[See this earlier post for information about the event I attended over the weekend (Sept. 15-16). I’ll be posting more about it in the coming days.]
[Note: Not a direct quote, but my rough translation of what was just said during a XOXO Festival talk by the talented Emily Winfield Martin (@MsEmilyApple, emilywinfieldmartin.com). Emily recounted her journey from setting up an Etsy Account to becoming a big-time children’s book author, illustrator published by Random House.]
“When I was studying art as a graduate student, I thought i’d work in a coffee shop (however, we) live in a time when any misfit can make a place for themselves. The alchemy that make you imagination real is an audience…be brave misfits. make your imaginary thing real.”
[I’ll post photos later.]
[Rough cut notes of a presentation by the creative producers of cool stuff, Dan Provost & Tom Gerhardt of Studio Neat. These are un-editied notes. I’ll add photos, links later.]
If you have a problem, someone else probably has the same one.
Keep it simple: Keeping it small gives us agility. We have so little resource, we have to stay focused. So we say “no” a lot. We can obsess over tiny details
Sell your stuff for money: You need at least 1,000 true fans (see: Kevin Kelly’s seminal post, “1,000 True Fans.”),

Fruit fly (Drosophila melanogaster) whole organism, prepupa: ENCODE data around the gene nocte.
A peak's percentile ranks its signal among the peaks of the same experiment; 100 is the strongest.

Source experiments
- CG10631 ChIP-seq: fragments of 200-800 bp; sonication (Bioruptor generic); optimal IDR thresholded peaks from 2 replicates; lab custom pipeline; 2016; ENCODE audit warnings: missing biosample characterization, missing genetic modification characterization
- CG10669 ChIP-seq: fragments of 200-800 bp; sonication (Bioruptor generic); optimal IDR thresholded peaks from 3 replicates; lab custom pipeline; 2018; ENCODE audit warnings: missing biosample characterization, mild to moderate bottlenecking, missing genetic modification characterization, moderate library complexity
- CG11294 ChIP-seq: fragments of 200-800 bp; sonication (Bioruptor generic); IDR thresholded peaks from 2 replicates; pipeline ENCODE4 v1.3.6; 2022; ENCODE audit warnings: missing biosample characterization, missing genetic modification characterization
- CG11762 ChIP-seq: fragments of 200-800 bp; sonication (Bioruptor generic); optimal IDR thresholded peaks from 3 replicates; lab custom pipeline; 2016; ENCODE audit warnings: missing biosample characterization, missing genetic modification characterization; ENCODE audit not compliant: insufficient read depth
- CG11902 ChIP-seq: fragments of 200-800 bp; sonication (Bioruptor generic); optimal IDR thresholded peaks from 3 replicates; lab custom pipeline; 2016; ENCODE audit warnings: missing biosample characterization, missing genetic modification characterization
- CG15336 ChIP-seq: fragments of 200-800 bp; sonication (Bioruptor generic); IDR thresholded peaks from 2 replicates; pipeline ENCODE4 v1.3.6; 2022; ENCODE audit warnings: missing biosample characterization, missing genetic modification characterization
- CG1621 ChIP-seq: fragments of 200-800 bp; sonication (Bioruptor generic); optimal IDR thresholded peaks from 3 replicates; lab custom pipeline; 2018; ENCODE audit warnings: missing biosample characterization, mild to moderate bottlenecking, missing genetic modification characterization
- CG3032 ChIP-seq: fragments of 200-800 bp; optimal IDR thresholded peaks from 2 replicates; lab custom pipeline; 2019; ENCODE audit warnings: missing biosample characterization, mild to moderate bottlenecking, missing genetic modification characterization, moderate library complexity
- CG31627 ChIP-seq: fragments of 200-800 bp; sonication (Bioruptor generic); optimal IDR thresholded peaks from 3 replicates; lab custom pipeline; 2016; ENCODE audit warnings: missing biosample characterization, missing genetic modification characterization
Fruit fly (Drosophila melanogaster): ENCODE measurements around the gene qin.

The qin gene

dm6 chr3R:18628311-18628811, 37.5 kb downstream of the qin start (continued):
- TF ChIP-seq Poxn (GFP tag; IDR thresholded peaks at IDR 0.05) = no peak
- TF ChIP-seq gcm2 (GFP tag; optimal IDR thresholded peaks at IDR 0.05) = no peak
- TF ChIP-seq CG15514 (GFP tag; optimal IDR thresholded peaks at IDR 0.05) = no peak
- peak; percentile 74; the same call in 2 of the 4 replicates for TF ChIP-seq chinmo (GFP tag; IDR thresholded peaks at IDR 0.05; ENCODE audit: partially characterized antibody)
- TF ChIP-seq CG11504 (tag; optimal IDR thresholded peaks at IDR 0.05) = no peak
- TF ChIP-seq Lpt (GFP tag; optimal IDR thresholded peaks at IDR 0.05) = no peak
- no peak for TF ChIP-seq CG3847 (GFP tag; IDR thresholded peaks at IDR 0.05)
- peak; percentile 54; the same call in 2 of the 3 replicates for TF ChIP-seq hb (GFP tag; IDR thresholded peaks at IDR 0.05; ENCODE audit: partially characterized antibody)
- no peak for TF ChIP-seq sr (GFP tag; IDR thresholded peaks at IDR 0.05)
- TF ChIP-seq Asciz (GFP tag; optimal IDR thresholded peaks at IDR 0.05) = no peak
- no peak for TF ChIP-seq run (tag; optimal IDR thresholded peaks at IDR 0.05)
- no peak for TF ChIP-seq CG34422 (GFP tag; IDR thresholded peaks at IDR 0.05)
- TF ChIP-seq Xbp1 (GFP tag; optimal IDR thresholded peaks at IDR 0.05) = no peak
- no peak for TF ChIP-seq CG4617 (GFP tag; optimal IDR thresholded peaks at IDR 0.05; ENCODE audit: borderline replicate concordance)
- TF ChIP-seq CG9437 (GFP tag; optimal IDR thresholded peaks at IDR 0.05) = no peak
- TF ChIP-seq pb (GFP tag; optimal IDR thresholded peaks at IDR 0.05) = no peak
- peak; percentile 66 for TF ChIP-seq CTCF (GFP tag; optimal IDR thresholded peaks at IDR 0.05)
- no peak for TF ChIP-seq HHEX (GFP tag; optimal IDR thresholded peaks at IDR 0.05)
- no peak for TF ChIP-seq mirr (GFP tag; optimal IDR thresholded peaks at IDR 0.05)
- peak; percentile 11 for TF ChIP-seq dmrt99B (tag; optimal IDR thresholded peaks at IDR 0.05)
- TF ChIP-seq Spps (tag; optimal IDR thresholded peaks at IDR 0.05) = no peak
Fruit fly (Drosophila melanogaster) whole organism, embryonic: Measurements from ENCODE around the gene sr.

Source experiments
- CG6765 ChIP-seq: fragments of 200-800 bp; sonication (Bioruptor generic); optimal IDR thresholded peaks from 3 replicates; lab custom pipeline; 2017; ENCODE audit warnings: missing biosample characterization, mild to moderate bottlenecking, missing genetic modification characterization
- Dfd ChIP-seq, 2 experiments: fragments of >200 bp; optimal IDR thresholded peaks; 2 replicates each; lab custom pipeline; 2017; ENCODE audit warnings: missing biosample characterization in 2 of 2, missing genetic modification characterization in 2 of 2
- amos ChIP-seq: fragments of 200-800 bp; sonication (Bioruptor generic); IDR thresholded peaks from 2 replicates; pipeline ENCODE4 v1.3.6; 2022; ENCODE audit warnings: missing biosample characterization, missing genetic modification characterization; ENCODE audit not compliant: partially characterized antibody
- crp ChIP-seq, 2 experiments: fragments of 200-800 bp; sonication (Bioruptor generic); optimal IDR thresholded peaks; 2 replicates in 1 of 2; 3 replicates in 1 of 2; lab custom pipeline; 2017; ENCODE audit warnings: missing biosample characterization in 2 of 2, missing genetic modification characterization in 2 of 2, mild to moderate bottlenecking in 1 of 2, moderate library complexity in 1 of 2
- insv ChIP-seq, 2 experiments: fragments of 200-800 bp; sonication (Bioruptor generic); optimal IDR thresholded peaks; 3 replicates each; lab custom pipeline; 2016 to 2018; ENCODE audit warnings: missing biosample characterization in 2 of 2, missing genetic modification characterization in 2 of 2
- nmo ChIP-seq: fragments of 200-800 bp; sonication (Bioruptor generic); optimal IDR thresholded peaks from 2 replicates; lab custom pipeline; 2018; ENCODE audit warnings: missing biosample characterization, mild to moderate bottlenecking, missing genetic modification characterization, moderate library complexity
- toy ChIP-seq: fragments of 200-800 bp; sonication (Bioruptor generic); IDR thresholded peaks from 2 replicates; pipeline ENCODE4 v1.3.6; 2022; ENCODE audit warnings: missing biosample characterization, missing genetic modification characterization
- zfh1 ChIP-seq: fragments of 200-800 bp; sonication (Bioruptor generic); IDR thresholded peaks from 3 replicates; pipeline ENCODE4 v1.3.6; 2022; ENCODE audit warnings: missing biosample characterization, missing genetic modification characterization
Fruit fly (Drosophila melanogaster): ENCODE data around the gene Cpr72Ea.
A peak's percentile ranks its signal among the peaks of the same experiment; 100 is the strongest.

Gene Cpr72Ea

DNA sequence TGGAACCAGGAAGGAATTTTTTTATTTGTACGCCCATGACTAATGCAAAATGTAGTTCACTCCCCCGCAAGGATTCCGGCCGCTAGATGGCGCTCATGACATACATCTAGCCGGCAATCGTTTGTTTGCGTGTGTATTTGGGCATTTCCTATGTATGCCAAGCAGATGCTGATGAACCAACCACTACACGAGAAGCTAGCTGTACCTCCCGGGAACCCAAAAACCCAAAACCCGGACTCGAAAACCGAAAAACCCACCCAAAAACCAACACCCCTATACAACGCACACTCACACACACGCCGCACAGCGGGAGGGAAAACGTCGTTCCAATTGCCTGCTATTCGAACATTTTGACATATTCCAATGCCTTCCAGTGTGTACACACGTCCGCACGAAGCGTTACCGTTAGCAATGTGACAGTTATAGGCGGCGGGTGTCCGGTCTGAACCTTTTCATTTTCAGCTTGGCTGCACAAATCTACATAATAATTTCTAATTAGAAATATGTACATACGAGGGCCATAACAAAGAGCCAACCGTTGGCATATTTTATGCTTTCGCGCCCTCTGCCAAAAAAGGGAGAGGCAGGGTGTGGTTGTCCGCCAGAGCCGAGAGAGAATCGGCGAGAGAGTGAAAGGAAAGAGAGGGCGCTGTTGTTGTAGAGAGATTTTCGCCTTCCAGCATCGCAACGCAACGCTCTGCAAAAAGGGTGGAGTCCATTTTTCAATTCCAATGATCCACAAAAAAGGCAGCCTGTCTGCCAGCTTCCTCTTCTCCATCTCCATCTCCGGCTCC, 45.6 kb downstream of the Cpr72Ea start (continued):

You can’t please everyone: They can’t design for all iPhones, so decided to create products for the latest. Build constraints into your work flow.
Learn by doing: Stanley Kubrick said, “Perhaps it sounds ridiculous, but the best thing that young filmmakers should do is to get hold of a camera and some film and make a movie of any kind at all.”
Atoms are the new bits: Enabling technology like 3D printing and prototyping were vital in creating cosmonaut.
Keep the core in-house and outsource the rest. Know what is integral to the project. Learn what to outsource. The inclination is to do it yourself, but everything else cuts into what you like to do best. (ie., bookkeeping) Time is finite: plan it.
Make it in America. “We thought we’d have to get stuff in China. But we discovered that our capacity of product is better produced in US.” (Also able to visit and have closer relationship to manfacturer.)
Patents are overrated (for us). (However, “we’re not lawyers”). Patents are bets big companies can make, but not for a small business like us. Expense to obtain and soul-sucking to defend. (Showed a Korean knock-off). We can’t spend our time worrying about this.
Retail is not necessary. “Online sales are fine for us.” They sell things on Amazon.com and their website. “Our reach is global. We have sold to 129 companies.” Contrast to: Typically, you strike up a deal w/ a distributor. The problem is in the margins. The distributor takes 50%. “Just didn’t make sense to us that the store would make more than the manufacturer. “It makes sense to us (to source all in America),” but maybe not with harder to produce or ship products.
Tell a story: Sow how the sausage gets made. We showed photos of us doing prototypes. Visits with the manufacture. (Used Instapaper and Marc Arment as an example of personified products. By offering so much transparency, people feel connected to a human.)
Respect your customers. Don’t be a pain. Don’t be annoying. For example, all our prices are round numbers. Default email for opt-in. Tiny stuff shows you are on their side. Behave like the company you’d like to deal with.